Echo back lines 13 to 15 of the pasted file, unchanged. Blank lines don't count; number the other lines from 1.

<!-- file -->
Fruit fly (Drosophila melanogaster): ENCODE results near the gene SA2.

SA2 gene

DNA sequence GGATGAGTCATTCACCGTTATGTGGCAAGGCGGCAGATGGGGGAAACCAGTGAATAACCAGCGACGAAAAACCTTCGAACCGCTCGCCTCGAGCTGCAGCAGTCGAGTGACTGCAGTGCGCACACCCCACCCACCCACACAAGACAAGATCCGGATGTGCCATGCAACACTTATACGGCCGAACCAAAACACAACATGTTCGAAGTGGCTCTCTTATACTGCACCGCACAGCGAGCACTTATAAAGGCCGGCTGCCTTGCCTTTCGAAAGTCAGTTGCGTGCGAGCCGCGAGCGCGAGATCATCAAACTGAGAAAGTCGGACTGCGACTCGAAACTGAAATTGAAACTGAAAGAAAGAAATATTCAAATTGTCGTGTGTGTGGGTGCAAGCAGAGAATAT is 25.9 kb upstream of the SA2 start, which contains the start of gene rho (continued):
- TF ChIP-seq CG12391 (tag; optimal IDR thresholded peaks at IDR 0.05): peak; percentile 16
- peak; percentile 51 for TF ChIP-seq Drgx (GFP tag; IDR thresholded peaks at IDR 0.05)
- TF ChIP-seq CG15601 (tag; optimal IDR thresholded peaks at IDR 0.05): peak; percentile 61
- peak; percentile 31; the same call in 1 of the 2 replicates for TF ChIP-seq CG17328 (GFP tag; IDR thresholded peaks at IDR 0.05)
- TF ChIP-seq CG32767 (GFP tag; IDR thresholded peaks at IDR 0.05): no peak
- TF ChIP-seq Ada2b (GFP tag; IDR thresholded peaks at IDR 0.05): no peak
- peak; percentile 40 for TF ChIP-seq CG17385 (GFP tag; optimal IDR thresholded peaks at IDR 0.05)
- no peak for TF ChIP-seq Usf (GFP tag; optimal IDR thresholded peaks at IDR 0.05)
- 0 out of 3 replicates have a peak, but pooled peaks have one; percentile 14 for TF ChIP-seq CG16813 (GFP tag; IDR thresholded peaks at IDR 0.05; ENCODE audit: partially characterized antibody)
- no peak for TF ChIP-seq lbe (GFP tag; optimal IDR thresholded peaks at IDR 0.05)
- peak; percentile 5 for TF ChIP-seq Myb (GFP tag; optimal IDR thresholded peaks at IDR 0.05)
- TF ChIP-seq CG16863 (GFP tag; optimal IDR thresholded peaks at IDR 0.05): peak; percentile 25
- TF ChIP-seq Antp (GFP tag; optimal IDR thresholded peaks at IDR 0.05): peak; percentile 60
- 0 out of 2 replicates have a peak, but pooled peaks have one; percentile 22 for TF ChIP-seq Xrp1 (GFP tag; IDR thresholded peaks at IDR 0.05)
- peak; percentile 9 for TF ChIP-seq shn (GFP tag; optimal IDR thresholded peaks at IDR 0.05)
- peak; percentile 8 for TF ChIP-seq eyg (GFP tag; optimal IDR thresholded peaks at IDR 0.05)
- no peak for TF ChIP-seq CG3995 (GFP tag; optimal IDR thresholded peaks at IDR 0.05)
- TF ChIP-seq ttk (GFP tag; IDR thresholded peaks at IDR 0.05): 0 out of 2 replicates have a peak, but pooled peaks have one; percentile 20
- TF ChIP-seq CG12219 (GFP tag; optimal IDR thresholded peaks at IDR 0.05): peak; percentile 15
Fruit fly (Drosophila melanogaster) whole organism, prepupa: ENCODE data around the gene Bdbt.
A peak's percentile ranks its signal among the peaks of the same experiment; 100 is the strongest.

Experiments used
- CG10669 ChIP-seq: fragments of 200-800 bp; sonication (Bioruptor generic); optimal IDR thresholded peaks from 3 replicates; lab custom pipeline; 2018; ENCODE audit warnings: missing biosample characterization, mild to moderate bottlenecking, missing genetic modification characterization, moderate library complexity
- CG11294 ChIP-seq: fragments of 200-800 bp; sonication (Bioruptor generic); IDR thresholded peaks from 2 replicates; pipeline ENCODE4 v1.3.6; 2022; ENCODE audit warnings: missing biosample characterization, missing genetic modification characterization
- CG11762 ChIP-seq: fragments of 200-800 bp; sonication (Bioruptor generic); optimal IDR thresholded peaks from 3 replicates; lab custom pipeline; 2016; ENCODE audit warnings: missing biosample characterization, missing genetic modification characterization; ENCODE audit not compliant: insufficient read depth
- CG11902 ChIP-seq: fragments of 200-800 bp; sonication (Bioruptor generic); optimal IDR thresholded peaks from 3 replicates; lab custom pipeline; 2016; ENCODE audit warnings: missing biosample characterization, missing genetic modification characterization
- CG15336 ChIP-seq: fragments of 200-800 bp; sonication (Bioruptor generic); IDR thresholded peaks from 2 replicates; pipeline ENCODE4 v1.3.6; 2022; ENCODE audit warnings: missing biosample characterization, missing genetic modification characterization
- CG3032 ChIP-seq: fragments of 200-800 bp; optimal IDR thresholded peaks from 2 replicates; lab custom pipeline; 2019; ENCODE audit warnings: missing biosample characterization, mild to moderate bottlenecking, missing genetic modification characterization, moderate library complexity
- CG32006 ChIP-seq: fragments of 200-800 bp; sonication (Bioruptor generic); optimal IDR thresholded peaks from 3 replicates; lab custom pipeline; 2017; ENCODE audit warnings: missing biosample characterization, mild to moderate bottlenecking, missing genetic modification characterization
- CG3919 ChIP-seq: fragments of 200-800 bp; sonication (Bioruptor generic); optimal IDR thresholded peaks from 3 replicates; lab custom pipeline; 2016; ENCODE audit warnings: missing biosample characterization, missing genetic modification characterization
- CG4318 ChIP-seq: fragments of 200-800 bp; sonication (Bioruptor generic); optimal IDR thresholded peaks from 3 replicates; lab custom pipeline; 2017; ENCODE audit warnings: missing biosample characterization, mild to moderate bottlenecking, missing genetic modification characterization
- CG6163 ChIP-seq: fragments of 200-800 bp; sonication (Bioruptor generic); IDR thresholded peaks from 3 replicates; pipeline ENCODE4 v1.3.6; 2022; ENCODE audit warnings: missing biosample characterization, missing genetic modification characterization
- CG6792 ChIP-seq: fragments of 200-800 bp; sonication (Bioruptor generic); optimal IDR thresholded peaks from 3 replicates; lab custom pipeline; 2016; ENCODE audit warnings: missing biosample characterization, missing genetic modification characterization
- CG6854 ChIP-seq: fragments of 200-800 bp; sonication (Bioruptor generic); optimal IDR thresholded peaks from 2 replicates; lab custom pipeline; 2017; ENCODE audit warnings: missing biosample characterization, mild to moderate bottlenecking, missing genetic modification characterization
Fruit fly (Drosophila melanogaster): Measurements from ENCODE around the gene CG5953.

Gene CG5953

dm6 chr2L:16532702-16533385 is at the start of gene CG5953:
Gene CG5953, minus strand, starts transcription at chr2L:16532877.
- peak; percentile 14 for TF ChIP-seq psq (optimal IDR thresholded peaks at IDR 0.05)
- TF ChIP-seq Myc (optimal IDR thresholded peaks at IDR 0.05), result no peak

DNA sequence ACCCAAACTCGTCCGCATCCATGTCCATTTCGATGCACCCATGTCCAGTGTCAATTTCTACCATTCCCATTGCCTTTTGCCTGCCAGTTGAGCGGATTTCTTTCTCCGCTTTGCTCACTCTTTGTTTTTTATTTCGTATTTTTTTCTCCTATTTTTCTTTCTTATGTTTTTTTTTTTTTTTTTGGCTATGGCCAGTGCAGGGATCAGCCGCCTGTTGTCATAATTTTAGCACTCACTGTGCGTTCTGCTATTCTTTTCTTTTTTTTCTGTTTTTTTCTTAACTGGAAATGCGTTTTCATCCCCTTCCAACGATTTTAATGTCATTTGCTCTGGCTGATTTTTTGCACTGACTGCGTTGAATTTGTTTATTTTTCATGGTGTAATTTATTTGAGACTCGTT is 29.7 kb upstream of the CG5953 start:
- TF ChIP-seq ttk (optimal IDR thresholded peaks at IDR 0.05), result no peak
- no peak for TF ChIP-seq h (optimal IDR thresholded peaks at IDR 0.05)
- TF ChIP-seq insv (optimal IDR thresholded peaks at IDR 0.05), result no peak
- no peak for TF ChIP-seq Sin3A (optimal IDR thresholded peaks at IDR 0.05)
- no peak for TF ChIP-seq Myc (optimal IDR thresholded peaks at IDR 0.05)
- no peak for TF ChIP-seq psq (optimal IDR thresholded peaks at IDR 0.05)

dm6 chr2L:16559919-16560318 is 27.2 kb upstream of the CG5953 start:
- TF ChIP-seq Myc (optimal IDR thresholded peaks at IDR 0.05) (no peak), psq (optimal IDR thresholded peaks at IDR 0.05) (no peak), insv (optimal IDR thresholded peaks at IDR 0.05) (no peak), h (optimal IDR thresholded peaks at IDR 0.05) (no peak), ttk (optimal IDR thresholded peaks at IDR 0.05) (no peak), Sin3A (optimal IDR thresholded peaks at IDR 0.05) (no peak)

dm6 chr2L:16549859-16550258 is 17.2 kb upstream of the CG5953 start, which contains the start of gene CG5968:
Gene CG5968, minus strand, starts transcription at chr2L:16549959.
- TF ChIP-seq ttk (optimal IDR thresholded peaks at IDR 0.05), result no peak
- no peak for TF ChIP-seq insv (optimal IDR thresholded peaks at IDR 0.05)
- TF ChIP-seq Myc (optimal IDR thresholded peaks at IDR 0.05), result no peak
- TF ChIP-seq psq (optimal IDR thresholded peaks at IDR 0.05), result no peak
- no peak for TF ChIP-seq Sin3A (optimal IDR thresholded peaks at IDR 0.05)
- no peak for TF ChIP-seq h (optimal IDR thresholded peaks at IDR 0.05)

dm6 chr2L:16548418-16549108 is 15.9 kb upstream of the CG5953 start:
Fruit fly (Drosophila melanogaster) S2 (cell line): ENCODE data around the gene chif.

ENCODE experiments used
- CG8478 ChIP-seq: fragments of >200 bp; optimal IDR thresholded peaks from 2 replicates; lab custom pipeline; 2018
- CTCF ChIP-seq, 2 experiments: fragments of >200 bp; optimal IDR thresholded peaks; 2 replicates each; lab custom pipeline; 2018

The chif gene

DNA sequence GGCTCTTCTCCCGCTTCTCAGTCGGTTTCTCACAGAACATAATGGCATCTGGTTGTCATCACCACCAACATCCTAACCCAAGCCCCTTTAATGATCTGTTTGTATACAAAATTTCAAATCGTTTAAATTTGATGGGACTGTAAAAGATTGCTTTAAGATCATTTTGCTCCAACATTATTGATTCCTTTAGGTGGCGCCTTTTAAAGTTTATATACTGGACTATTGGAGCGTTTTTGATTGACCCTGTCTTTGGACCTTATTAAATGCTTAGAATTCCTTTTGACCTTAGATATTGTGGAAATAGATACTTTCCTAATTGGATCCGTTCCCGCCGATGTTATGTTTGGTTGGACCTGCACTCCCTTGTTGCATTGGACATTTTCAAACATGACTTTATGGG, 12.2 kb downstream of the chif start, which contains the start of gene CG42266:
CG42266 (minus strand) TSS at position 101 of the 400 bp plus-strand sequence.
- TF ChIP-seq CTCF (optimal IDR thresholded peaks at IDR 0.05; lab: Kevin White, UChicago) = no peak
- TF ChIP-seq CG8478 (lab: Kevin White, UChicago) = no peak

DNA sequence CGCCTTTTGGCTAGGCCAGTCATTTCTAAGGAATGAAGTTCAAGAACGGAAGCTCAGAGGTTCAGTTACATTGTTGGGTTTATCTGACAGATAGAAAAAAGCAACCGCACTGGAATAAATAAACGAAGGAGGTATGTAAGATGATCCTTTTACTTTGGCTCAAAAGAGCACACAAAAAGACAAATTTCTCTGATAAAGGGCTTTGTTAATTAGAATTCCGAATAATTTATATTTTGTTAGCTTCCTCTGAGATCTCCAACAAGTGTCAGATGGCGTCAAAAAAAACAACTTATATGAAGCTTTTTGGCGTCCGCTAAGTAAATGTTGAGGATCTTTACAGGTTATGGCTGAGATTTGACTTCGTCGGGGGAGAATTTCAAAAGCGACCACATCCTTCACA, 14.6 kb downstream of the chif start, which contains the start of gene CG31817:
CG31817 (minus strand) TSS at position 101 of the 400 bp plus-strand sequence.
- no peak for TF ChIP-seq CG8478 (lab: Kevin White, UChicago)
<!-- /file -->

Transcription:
- no peak for TF ChIP-seq lbe (GFP tag; optimal IDR thresholded peaks at IDR 0.05)
- peak; percentile 5 for TF ChIP-seq Myb (GFP tag; optimal IDR thresholded peaks at IDR 0.05)
- TF ChIP-seq CG16863 (GFP tag; optimal IDR thresholded peaks at IDR 0.05): peak; percentile 25